libral.png
libral.png

The HeartKids Project: $26 million to tackle childhood heart disease

19x967-Childhood-Heart-Disease-(libs).jpeg

The Liberal Government will establish the HeartKids Project with $26 million to tackle childhood heart disease, which affects more than 65,000 children throughout Australia.

Today, on International Day for Congenital Heart Disease, Federal Member for Pearce, Christian Porter, said the Government will provide $20 million for medical research into congenital heart disease.

“This funding from the Medical Research Future Fund will support our best and brightest researchers to translate their vital work into real health benefits – better diagnosis, treatment and prevention of congenital heart disease,” Mr Porter said. 

“Unlike other cardiovascular problems, which commonly present in adults over 45 years, congenital heart disease has its greatest impact on the young.”

Congenital heart disease is the leading cause of deaths for Australian infants and the second leading cause of death for children. Sadly, eight babies are born with congenital heart disease every day, with four passing away each week. There is currently no known cure.

Mr Porter said the Government will also provide up to $6 million to help implement the recommendations of the National Strategic Action Plan for Childhood Heart Disease by supporting HeartKids with $1 million per year over six years.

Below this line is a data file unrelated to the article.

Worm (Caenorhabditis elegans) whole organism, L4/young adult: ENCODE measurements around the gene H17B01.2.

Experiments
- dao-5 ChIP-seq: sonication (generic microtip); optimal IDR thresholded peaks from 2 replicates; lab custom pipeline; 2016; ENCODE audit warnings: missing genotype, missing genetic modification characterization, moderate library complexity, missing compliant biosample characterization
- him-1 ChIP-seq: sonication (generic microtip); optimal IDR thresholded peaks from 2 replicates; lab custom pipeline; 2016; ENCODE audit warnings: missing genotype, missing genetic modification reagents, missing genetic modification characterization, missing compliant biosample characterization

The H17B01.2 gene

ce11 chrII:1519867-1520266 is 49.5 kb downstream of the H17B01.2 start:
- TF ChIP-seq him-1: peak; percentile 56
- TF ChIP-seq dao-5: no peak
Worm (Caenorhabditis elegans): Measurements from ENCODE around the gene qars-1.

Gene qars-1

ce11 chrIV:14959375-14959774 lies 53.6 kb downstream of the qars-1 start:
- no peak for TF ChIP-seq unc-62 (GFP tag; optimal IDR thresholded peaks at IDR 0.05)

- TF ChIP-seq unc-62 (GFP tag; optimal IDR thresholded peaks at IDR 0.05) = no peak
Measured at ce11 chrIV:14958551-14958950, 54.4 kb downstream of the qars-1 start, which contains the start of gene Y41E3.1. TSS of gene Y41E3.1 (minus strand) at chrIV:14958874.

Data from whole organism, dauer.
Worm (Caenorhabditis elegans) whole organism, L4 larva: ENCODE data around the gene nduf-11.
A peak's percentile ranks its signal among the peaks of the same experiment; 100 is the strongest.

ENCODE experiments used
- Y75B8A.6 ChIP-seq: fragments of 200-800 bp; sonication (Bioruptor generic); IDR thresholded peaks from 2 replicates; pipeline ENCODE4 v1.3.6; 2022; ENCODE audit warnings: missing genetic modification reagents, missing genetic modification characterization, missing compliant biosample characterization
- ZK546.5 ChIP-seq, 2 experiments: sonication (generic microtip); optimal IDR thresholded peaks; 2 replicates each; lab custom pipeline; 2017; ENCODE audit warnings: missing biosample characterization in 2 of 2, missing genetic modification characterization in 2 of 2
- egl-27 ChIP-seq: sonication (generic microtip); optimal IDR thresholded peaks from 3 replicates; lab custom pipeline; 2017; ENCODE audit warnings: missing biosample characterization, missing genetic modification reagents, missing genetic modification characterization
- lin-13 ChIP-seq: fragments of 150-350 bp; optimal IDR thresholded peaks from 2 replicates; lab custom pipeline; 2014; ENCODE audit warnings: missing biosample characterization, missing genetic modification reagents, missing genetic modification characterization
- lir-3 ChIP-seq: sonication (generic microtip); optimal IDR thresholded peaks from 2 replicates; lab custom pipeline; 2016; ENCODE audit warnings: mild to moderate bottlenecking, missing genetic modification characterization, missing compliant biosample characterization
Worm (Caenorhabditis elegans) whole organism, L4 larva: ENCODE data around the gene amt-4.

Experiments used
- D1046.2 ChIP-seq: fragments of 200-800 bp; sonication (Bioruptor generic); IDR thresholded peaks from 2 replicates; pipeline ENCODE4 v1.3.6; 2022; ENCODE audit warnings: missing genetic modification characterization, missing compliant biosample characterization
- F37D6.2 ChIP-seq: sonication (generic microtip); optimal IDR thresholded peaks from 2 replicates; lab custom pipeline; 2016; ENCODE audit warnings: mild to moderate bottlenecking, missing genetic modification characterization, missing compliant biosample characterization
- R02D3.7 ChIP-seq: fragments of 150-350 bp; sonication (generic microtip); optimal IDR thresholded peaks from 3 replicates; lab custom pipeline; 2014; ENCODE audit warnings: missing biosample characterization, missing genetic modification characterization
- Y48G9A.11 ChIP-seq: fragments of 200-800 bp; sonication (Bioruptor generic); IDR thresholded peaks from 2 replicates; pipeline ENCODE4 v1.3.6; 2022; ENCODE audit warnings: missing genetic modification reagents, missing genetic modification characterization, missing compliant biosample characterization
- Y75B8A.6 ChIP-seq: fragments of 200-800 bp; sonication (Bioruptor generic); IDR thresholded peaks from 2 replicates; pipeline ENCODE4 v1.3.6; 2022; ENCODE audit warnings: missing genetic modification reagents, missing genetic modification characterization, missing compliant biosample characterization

“We announced the National Strategic Action Plan for Childhood Heart Disease a year ago along with $150,000 for the organisation HeartKids to jointly develop the plan,” Mr Porter said.

“The Action Plan will guide improvements for the care of thousands of patients, and save lives.

“It will coordinate policy action for tackling the disease across the nation and drive collaboration in management, care and support, research and community awareness.”

The Action Plan targets three priority populations that are disproportionally affected by childhood heart disease – Aboriginal and Torres Strait Islander people, adolescents and young adults who are moving from paediatric to adult cardiac health services, and people living in remote, or rural and regional locations.

Mr Porter said a particular focus will be to help young people impacted by childhood heart disease as they move into adulthood.

“We are committed to doing more to support people battling this dreadful disease – and the HeartKids Project will help us chart the most effective way forward,” Mr Porter Said.

“Since 2013, the Coalition has provided $662 million for research into forms of cardiovascular disease including $45.7 million for congenital heart disease research.

“We have also provided $7.7 billion to subsidise medicine to treat cardiovascular disease on the Pharmaceutical Benefits Scheme (PBS).”